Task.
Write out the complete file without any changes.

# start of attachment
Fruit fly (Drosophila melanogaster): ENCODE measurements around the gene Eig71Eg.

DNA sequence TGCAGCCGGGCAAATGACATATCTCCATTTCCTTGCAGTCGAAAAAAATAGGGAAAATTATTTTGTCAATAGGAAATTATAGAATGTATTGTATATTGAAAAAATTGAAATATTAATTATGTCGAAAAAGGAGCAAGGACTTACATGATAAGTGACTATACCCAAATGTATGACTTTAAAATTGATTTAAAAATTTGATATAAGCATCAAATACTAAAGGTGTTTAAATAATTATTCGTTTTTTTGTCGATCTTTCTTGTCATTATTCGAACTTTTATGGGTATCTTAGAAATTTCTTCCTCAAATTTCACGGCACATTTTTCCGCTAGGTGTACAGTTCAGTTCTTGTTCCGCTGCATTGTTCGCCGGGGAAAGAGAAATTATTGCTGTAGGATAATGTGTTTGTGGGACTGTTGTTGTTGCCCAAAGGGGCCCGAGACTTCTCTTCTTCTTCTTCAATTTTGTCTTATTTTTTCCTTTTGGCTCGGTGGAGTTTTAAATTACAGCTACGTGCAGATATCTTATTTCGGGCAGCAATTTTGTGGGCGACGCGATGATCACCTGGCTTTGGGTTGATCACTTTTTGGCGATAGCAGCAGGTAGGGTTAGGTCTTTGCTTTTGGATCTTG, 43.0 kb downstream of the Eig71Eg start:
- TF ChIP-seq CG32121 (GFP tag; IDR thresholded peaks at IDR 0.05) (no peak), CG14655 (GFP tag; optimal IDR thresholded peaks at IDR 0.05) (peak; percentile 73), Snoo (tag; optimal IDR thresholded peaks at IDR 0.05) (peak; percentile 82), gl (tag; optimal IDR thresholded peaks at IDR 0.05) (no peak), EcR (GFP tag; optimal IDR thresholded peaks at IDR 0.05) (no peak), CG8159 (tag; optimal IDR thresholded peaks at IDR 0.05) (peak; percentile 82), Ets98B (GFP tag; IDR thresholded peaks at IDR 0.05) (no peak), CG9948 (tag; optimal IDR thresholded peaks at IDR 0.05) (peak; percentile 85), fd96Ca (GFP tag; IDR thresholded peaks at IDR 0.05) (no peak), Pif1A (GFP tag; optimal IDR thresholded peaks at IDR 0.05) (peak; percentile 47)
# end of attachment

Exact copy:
Fruit fly (Drosophila melanogaster): ENCODE measurements around the gene Eig71Eg.

DNA sequence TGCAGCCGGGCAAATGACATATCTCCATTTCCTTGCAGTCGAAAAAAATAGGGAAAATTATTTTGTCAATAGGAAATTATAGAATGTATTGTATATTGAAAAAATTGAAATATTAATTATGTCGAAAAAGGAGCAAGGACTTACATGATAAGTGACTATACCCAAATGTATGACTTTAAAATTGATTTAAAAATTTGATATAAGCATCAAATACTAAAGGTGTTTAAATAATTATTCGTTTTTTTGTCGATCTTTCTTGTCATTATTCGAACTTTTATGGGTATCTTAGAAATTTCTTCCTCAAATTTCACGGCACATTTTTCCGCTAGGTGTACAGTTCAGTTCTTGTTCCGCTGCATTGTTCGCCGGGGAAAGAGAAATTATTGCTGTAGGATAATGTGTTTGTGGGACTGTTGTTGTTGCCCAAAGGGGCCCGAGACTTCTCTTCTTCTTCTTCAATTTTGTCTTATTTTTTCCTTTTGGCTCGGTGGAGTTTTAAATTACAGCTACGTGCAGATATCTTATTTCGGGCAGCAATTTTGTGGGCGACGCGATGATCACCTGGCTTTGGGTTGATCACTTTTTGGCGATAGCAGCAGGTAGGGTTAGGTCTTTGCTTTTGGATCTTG, 43.0 kb downstream of the Eig71Eg start:
- TF ChIP-seq CG32121 (GFP tag; IDR thresholded peaks at IDR 0.05) (no peak), CG14655 (GFP tag; optimal IDR thresholded peaks at IDR 0.05) (peak; percentile 73), Snoo (tag; optimal IDR thresholded peaks at IDR 0.05) (peak; percentile 82), gl (tag; optimal IDR thresholded peaks at IDR 0.05) (no peak), EcR (GFP tag; optimal IDR thresholded peaks at IDR 0.05) (no peak), CG8159 (tag; optimal IDR thresholded peaks at IDR 0.05) (peak; percentile 82), Ets98B (GFP tag; IDR thresholded peaks at IDR 0.05) (no peak), CG9948 (tag; optimal IDR thresholded peaks at IDR 0.05) (peak; percentile 85), fd96Ca (GFP tag; IDR thresholded peaks at IDR 0.05) (no peak), Pif1A (GFP tag; optimal IDR thresholded peaks at IDR 0.05) (peak; percentile 47)